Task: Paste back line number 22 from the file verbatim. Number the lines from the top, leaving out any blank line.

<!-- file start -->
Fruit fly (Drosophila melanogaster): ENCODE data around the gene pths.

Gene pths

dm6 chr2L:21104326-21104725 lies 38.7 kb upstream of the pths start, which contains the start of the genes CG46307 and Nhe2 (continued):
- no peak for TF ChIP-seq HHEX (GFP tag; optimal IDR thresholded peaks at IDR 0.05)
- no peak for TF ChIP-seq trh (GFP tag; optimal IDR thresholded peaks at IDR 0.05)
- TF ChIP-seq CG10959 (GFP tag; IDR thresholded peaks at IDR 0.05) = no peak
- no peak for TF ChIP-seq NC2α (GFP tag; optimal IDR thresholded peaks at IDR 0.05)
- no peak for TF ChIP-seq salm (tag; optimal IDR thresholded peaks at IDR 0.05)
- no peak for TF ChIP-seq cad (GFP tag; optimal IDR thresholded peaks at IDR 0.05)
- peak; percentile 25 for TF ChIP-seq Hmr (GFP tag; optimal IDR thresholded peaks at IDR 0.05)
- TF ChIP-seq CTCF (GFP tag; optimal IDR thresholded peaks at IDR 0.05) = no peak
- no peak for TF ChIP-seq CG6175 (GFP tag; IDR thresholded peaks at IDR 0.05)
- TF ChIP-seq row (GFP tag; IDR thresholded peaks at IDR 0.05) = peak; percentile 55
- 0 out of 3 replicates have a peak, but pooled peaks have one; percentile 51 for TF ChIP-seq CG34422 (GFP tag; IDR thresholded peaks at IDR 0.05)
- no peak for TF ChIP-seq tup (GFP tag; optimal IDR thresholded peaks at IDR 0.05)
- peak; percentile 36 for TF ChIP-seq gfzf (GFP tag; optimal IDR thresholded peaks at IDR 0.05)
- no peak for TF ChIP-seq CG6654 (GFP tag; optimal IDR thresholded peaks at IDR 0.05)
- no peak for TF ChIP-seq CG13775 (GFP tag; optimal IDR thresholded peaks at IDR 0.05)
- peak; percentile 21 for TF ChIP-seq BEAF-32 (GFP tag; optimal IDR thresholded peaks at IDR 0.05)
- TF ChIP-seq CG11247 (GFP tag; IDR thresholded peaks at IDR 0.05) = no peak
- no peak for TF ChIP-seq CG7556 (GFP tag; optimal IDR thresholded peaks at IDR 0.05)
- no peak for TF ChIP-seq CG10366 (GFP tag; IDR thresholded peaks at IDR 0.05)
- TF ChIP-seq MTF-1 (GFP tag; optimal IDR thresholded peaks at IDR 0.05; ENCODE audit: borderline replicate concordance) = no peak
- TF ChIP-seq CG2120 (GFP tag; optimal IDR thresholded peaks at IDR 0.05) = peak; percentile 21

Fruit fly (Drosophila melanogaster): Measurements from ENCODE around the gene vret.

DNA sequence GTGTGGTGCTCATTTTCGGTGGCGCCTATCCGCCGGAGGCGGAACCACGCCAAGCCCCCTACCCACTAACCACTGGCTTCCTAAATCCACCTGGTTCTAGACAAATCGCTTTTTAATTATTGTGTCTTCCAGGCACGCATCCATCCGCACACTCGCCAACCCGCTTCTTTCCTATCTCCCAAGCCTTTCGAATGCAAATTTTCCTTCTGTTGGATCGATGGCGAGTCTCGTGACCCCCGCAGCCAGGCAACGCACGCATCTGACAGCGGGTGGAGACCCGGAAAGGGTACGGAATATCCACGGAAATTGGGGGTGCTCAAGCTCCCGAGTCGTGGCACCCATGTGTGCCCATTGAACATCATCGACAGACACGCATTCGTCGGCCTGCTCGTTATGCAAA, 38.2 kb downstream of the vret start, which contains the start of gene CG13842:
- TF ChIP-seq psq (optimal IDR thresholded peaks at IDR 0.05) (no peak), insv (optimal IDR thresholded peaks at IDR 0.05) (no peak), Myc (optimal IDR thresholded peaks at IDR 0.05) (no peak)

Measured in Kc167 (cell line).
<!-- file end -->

- no peak for TF ChIP-seq CG10366 (GFP tag; IDR thresholded peaks at IDR 0.05)